Love From Mecca To Medina by S.K. Ali (340 pages)

Long Distance Lovers Reunited On A Spiritual Journey
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Love From Mecca To Medina by S.K. Ali (340 pages)

Adam And Zayneb’s Love Story Continues To Travel Around The World In Love from Mecca To Medina

Adam is struggling to find his next paid project while living with his family in Doha, oceans away from his love. Zayneb is bustling away in Chicago as she tries to focus on law school and her unconventional living situation, all while trying to dodge false allegations about her that have spread all over campus. Both Adam and Zayneb have kept their struggles a secret from one another, and when the opportunity to go on a spiritual journey to Mecca presents itself, Adam jumps at the opportunity. Zayneb, reluctant at first, joins in on the trip and hopes to rekindle their love after months apart. They both hope that this will ease some of the trials and tribulations they’ve faced as a newlywed, long-distance couple. 

When Adam’s old love interest begins to assert herself during this spiritual expedition, and Zaynebs anxieties over the entire situation take over her, the trip does not pan out as they hoped. With their relationship on the line and their faith tested, Adam and Zayneb must decide if their love can withstand hardship or if this journey is leading them down a different path. 

Author S.K. Ali is Careful and Selective in Her Craft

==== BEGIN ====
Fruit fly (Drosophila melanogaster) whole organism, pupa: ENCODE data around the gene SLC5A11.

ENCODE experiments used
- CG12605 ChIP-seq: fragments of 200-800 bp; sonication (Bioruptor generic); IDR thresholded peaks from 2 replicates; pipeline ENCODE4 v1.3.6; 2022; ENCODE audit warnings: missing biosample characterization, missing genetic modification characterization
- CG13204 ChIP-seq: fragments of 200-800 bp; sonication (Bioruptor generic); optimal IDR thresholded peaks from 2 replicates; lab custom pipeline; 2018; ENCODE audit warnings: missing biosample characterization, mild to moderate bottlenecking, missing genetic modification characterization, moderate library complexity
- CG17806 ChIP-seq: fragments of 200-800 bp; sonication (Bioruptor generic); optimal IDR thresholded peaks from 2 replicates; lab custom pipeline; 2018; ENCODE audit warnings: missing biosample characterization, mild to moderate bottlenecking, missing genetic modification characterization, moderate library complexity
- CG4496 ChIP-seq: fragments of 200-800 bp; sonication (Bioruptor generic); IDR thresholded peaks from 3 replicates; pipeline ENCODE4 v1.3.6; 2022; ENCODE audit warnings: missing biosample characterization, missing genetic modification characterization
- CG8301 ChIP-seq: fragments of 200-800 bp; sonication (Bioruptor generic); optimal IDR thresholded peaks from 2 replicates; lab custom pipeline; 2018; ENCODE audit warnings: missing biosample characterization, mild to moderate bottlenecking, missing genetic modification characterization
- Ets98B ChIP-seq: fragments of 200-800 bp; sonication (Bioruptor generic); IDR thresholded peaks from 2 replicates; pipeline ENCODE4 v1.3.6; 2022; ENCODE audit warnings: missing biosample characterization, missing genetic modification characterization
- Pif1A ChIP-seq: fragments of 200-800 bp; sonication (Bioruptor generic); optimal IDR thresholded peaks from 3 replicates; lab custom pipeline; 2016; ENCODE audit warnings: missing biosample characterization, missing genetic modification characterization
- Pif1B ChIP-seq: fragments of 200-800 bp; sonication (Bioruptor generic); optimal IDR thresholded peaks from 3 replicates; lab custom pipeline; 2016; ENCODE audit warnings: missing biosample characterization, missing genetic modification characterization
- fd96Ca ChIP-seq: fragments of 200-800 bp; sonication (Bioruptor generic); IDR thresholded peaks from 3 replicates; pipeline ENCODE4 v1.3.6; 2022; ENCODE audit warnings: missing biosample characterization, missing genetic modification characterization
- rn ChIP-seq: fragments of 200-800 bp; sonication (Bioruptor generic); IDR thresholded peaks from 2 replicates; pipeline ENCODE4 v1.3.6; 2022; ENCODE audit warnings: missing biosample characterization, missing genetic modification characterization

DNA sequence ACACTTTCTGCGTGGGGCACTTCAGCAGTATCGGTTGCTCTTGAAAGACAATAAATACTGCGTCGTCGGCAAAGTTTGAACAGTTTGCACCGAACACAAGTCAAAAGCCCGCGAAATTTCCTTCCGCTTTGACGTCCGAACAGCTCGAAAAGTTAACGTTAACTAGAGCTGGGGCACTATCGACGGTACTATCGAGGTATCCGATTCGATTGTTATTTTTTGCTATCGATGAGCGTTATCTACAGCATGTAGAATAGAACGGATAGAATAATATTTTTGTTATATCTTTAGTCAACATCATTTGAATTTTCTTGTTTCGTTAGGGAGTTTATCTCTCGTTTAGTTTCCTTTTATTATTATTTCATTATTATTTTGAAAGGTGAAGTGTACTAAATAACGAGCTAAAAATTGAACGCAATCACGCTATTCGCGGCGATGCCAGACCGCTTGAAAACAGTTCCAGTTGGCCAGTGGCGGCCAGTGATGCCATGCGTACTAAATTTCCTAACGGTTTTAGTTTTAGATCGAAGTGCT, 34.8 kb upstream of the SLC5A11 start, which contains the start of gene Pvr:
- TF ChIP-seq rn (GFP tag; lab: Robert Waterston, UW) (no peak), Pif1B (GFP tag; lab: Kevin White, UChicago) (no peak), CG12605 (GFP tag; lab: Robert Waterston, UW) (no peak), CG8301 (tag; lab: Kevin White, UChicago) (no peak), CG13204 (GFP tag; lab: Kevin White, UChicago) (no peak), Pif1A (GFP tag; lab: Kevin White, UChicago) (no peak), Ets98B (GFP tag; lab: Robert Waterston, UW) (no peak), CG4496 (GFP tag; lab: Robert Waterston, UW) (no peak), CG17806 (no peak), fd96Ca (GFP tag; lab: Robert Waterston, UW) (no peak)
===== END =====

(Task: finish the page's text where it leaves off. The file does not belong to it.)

The story is set primarily in two of the holiest cities in the world, and to read about Mecca and Medina in fiction truly brought me joy. Author S.K. Ali paints a harmonious picture of what it is like to be a pilgrim in these cities and captures the feelings of serenity and harmony during certain rituals really well. It is clear that she is careful, selective and respectful in her craft, and as a Muslim, I commend Ali for bringing our story to the publishing world.

Zayneb and Adam are four years older in this sequel, but seemed to have lost some of the maturity that I admired about them in book one, Love From A To Z.  For example, Zayneb’s insecurities toward her relationship with Adam conflicted with her strong, steadfast personality that we previously saw whenever she faced adversity. The miscommunication trope dragged on too long, and at times it felt like they were too immature to be in a relationship. As with many Young Adult romance novels, drama is necessary, but there were many instances where I found certain dilemmas to be slightly unrealistic. There were moments in the plot that felt underdeveloped, and perhaps it is as a result of all the miscommunications that I felt I was missing something.

The Bottom Line: 3/5 stars

It brings me great joy to see myself represented in a book, especially because I never saw that as a child or a young adult. For there to be accurate representations of Muslims in literature is truly incredible. Ali, an OWN voice storyteller, brings important subjects to light, and we need more of her voice in the publishing world. I absolutely adored Ali’s Love From A to Z, but this sequel fell short for me. This book, at times, read like a course on the introduction to Islam. While I understand the necessity of having to explain rights and rituals–and this is in no way a criticism of Ali’s writing–I was left confused not knowing who the main target audience is. It left me feeling detached in a way I didn’t with book one. Despite this, I would recommend this book, especially to young adult Muslim readers who can relate to the main characters. 

You can read my review of Ali’s Love From A to Z here. 

Maiya Alismaili is a 34 year old bookacholic who currently resides in Ottawa. With a background in Human Resources and Psychology, you will often find her people watching. When she doesn’t have her nose in a book, she will likely be exploring the town for new bookstores, rewatching Gilmore Girls, or cleaning to 80s music.

Favorite Book: A Fine Balance By Rohinton Mistry
Favorite Brunch Spot: Cafe Cristal


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